GERMANICUS, CAESAR, a distinguished Roman general and provincial governor in the reign of Tiberius, was born 15 B.C, and died 19 A.D. His name Germanicus, the only one by which he is known in history, he inherited from his father Claudius Drusus Nero, the stepson of Augustus, and the most famous of his generals. His mother was the younger Antonia, the daughter of Marcus Antonius and niece of Augustus, and he married Agrip-pina the grand-daughter of the same emperor. It was natural that a prince so intimately allied both by birth and connexion with the reigning family should be regarded as a candidate for the purple. Augustus, it would seem, long hesitated whether he should name him as his successor, and as a compromise required Tiberius to adopt him, though Tiberius had a son of his own. "When his uncle succeeded to the throne, Germanicus was the only rival that he feared; and the emperor's jealousy and suspicion of him not only cut short his career of conquest but embittered the last years of his life, and precipitated, if it did not indirectly cause, his unhappy and premature end.
For the facts of his life our chief and, except a brief notice in Suetonius, almost our sole authority is Tacitus. Germanicus forms the central figure of the first two books of the Annals, and in the minute and graphic record of his campaigns, the unravelling of the court intrigues to which he was subject, and the pathetic description of his last hours and of the outburst of grief and indignation which followed the news of his death, the historian has put forth all his powers. But a modern biographer, though compelled to trust to Tacitus for his materials, may yet be allowed to put upon them his own construction, to make allowance for the glamour which surrounded an amiable and ill-starred prince, and to discount the exaggerations of a master of rhetoric who has set his favourite hero in a blaze of light in order to deepen the shadows of his masterpiece Tiberius, the darkest and saddest portrait in all history. The following article will consist of a brief abstract of the life as related by Tacitus, and an estimate of the character as it presents itself to us in the foregoing records.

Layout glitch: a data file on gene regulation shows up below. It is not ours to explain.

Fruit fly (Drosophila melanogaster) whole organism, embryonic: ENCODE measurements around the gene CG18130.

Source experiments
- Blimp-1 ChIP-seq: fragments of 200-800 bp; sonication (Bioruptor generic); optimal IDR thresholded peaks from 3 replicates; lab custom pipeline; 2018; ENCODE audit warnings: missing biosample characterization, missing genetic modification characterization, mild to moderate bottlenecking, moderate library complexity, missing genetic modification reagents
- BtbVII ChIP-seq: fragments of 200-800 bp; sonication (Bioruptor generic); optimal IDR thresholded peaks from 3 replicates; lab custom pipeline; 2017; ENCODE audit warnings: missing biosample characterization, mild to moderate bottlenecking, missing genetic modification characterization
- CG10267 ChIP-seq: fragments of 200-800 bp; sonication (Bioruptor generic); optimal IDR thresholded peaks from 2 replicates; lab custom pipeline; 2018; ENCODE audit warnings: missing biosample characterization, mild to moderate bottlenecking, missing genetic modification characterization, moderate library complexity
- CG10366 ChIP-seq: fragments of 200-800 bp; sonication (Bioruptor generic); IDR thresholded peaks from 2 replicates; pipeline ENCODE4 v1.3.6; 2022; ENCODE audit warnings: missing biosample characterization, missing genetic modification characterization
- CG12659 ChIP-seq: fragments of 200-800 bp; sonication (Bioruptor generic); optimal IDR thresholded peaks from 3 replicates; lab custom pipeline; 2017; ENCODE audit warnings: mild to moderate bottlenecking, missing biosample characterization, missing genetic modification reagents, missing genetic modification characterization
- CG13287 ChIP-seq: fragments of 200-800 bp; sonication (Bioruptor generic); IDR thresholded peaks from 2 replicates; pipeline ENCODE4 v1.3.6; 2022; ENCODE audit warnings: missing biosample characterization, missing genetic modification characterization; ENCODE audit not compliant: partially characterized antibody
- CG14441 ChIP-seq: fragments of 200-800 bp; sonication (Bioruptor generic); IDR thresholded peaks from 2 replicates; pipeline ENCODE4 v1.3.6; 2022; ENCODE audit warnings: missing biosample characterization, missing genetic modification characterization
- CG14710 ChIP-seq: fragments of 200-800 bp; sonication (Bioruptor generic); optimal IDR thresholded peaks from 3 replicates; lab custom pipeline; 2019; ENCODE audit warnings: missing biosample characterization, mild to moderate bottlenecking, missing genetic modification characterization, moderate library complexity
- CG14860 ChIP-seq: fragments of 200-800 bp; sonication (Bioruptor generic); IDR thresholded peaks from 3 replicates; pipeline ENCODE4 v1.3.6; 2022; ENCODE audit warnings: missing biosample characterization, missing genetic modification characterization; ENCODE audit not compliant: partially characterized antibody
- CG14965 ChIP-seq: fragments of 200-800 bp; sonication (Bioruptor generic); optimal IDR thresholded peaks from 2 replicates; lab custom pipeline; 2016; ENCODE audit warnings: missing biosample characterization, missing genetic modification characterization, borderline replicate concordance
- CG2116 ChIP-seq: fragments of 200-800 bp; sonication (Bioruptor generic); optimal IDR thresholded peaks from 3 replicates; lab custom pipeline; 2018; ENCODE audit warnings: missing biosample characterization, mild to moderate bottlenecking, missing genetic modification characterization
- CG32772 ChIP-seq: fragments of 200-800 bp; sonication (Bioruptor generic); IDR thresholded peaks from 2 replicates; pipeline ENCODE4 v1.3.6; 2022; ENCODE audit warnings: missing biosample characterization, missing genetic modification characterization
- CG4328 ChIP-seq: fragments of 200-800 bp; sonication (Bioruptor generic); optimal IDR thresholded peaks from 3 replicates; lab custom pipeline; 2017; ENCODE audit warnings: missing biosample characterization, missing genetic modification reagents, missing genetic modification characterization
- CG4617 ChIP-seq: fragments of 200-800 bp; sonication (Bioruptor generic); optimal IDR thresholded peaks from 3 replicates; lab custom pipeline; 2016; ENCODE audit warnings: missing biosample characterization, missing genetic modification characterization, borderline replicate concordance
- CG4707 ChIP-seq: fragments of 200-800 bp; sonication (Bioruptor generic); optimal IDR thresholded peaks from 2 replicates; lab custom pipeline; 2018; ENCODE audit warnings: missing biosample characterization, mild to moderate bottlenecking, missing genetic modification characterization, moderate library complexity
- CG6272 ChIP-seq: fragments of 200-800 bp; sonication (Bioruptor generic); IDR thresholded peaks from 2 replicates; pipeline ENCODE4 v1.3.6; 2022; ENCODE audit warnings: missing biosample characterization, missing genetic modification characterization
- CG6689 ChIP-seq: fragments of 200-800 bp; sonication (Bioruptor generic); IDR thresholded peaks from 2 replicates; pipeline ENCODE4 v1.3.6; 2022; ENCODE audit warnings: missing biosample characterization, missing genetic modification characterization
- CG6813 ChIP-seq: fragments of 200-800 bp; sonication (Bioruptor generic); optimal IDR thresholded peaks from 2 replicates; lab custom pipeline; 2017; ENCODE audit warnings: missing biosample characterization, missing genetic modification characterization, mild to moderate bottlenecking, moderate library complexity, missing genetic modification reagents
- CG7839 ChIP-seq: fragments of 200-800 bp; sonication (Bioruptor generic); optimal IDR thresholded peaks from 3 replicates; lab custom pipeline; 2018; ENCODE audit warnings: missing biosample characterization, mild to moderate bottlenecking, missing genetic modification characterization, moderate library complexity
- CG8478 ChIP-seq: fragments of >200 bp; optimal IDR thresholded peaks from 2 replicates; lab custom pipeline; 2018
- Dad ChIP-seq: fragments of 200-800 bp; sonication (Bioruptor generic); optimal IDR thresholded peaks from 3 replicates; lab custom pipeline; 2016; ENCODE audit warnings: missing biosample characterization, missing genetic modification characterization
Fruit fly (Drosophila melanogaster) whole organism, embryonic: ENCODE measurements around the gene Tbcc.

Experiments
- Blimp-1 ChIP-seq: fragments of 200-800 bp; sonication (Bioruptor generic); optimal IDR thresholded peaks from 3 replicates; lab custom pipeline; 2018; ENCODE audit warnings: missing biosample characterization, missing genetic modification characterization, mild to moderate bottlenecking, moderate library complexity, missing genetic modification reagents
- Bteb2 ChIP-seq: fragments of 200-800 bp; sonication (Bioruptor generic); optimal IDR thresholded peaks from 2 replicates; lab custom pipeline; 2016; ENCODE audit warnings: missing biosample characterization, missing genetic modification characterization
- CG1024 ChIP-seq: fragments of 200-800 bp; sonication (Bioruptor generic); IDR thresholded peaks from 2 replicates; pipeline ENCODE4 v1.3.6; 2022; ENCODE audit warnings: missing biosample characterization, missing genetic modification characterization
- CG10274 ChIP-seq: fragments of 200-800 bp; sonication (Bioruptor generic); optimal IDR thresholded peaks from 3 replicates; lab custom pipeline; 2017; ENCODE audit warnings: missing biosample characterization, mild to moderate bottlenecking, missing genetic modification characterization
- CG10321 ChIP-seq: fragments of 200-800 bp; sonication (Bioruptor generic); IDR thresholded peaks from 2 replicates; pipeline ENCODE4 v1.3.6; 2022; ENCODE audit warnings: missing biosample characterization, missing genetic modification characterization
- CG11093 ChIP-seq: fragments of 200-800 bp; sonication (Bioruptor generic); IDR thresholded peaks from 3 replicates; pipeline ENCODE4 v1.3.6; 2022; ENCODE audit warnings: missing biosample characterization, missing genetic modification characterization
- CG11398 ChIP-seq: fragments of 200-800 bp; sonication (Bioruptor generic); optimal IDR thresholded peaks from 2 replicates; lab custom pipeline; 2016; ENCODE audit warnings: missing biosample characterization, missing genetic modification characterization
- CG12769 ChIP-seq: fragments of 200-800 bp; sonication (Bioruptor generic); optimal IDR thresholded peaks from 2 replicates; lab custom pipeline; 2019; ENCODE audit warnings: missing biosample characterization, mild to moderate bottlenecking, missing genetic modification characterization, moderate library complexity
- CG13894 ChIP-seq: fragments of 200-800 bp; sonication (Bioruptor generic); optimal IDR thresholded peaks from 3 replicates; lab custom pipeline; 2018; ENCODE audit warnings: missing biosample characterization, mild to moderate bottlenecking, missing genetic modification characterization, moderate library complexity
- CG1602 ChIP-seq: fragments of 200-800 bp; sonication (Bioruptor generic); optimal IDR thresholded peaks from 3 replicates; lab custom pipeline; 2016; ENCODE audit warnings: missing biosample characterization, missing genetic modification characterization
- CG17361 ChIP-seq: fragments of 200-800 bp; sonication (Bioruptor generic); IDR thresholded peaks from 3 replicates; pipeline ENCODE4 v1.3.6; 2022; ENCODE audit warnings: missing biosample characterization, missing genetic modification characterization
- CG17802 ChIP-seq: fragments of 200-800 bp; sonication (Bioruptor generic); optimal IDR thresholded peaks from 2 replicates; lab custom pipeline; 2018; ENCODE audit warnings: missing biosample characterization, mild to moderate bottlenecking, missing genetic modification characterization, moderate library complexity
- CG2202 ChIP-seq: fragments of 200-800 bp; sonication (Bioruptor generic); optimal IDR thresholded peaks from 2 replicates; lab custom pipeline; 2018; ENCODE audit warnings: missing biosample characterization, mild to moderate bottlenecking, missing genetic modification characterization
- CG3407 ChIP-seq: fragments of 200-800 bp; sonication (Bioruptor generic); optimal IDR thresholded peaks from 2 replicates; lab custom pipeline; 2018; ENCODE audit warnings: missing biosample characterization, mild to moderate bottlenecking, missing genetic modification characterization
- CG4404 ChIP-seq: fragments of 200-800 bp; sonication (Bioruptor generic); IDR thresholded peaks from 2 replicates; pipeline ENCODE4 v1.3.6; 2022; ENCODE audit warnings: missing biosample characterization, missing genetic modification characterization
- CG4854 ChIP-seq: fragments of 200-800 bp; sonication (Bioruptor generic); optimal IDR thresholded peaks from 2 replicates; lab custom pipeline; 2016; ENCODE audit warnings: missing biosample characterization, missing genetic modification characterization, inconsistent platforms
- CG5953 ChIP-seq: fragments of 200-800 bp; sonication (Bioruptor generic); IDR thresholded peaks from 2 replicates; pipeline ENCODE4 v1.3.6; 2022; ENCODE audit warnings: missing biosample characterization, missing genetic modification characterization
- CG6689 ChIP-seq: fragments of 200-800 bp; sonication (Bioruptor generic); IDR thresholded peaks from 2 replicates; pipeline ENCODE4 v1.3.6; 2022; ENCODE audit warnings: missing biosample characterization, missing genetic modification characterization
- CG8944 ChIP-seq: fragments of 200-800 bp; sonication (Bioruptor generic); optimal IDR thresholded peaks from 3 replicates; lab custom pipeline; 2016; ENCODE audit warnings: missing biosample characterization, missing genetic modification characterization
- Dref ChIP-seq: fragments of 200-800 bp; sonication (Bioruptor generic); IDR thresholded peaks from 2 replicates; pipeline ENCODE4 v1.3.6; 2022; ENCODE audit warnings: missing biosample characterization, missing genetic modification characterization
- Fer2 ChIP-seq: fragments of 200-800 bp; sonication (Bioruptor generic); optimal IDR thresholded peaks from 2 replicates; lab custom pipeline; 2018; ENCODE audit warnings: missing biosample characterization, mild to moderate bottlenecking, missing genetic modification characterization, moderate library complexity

Of the early years and education of Germanicus little is known. That he possessed considerable literary abilities, and that these were carefully trained, we gather, not only from the speeches which Tacitus puts into his mouth, but from the reputation he left as an orator, as attested by Suetonius and Ovid, and from the frag-ments of his works which have survived. At the age of twenty he served his apprenticeship in the art of war under his uncle Tiberius, and was rewarded with the triumphal insignia for his services in crushing the revolt in Dalmatia and Pannonia. In 12 A.D. he was made consul, though he had neither attained the legal age nor passed through the grades of pnetor and sedile. Soon afterwards he was appointed by Augustus to the important command of the eight legions on the Rhine. The news of the emperor's death found Germanicus at Lugdunum, where he was super-intending the census of Gaul. Close upon this came the report that a mutiny had broken out among his legions on the lower Rhine. Germanicus hurried back to the camp, which was now in open insurrection. The tumult was with difficulty quelled, partly by well-timed concessions for which the authority of the emperor was forged, but mostly by the help of his personal popularity with the troops. Some of the insurgents actually proposed that he should put himself at their head and secure for himself the empire, but their offer was rejected with righteous horror. In order to-calm the excitement and prevent further disaffection, Germanicus determined at once on an active campaign. Crossing the Rhine at the head of 12,000 legionaries and an equal number of allied troops, he attacked and routed the Marsi, and laid waste the valley of the Ems. In the following year he marched against Arminius, the conqueror of Varus, and reached the fatal battlefield in the Teutoburg Forest. The bones of the Roman soldiers still lay bleaching on the ground near the altars where their tribunes had been im-molated, and the gibbets where the prisoners had been hanged. Having performed the last rites and erected a barrow to mark the spot, he led his army on, breathing vengeance against the foe, Arminius, however, favoured by the marshy ground, was able to hold his own, and it required another campaign before he was finally defeated. A masterly combined movement by land and water enabled Germanicus to concentrate his forces against the main body of the Germans encamped on the Weser, and to crush them in two obstinately contested battles. A monument erected on the field proclaimed that the army of Tiberius had con-quered every tribe between the Rhine and the Elbe. Great as the success of the Roman arms had been, it was not such as to justify this boastful inscription. We read of renewed attacks from the barbarians, and plans of a fourth campaign for the next summer.